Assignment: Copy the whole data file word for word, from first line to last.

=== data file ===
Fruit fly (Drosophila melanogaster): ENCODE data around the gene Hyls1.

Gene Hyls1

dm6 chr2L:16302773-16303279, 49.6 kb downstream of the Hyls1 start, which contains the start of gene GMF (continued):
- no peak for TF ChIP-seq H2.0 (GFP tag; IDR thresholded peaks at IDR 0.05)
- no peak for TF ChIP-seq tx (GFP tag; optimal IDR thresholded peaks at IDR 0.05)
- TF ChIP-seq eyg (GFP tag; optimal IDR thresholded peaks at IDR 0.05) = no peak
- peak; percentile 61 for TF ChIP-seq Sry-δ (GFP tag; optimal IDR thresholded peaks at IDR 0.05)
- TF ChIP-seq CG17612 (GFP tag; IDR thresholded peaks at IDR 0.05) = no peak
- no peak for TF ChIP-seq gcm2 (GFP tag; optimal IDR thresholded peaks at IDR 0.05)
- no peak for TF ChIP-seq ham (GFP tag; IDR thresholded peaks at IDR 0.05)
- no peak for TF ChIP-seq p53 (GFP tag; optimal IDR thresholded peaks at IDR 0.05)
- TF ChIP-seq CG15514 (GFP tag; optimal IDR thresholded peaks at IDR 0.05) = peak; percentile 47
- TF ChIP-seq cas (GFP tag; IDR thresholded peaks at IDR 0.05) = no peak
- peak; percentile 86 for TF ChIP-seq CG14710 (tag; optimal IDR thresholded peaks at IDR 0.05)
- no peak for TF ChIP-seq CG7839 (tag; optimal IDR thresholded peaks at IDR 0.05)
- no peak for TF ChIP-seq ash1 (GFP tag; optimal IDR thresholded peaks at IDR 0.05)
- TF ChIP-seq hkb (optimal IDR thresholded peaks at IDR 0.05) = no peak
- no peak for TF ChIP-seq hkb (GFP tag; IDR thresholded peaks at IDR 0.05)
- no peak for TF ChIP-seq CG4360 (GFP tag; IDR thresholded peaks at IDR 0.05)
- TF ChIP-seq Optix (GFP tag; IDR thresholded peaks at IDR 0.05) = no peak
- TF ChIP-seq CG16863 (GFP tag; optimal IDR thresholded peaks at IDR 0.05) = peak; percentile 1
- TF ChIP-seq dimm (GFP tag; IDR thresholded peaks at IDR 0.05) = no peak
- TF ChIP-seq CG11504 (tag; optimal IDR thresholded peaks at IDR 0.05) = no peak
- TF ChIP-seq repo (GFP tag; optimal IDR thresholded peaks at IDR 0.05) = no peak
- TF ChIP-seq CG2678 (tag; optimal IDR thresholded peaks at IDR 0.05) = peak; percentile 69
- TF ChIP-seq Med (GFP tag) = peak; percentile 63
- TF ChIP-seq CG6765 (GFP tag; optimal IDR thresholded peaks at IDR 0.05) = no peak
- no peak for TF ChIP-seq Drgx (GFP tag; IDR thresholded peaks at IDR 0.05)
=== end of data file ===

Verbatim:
Fruit fly (Drosophila melanogaster): ENCODE data around the gene Hyls1.

Gene Hyls1

dm6 chr2L:16302773-16303279, 49.6 kb downstream of the Hyls1 start, which contains the start of gene GMF (continued):
- no peak for TF ChIP-seq H2.0 (GFP tag; IDR thresholded peaks at IDR 0.05)
- no peak for TF ChIP-seq tx (GFP tag; optimal IDR thresholded peaks at IDR 0.05)
- TF ChIP-seq eyg (GFP tag; optimal IDR thresholded peaks at IDR 0.05) = no peak
- peak; percentile 61 for TF ChIP-seq Sry-δ (GFP tag; optimal IDR thresholded peaks at IDR 0.05)
- TF ChIP-seq CG17612 (GFP tag; IDR thresholded peaks at IDR 0.05) = no peak
- no peak for TF ChIP-seq gcm2 (GFP tag; optimal IDR thresholded peaks at IDR 0.05)
- no peak for TF ChIP-seq ham (GFP tag; IDR thresholded peaks at IDR 0.05)
- no peak for TF ChIP-seq p53 (GFP tag; optimal IDR thresholded peaks at IDR 0.05)
- TF ChIP-seq CG15514 (GFP tag; optimal IDR thresholded peaks at IDR 0.05) = peak; percentile 47
- TF ChIP-seq cas (GFP tag; IDR thresholded peaks at IDR 0.05) = no peak
- peak; percentile 86 for TF ChIP-seq CG14710 (tag; optimal IDR thresholded peaks at IDR 0.05)
- no peak for TF ChIP-seq CG7839 (tag; optimal IDR thresholded peaks at IDR 0.05)
- no peak for TF ChIP-seq ash1 (GFP tag; optimal IDR thresholded peaks at IDR 0.05)
- TF ChIP-seq hkb (optimal IDR thresholded peaks at IDR 0.05) = no peak
- no peak for TF ChIP-seq hkb (GFP tag; IDR thresholded peaks at IDR 0.05)
- no peak for TF ChIP-seq CG4360 (GFP tag; IDR thresholded peaks at IDR 0.05)
- TF ChIP-seq Optix (GFP tag; IDR thresholded peaks at IDR 0.05) = no peak
- TF ChIP-seq CG16863 (GFP tag; optimal IDR thresholded peaks at IDR 0.05) = peak; percentile 1
- TF ChIP-seq dimm (GFP tag; IDR thresholded peaks at IDR 0.05) = no peak
- TF ChIP-seq CG11504 (tag; optimal IDR thresholded peaks at IDR 0.05) = no peak
- TF ChIP-seq repo (GFP tag; optimal IDR thresholded peaks at IDR 0.05) = no peak
- TF ChIP-seq CG2678 (tag; optimal IDR thresholded peaks at IDR 0.05) = peak; percentile 69
- TF ChIP-seq Med (GFP tag) = peak; percentile 63
- TF ChIP-seq CG6765 (GFP tag; optimal IDR thresholded peaks at IDR 0.05) = no peak
- no peak for TF ChIP-seq Drgx (GFP tag; IDR thresholded peaks at IDR 0.05)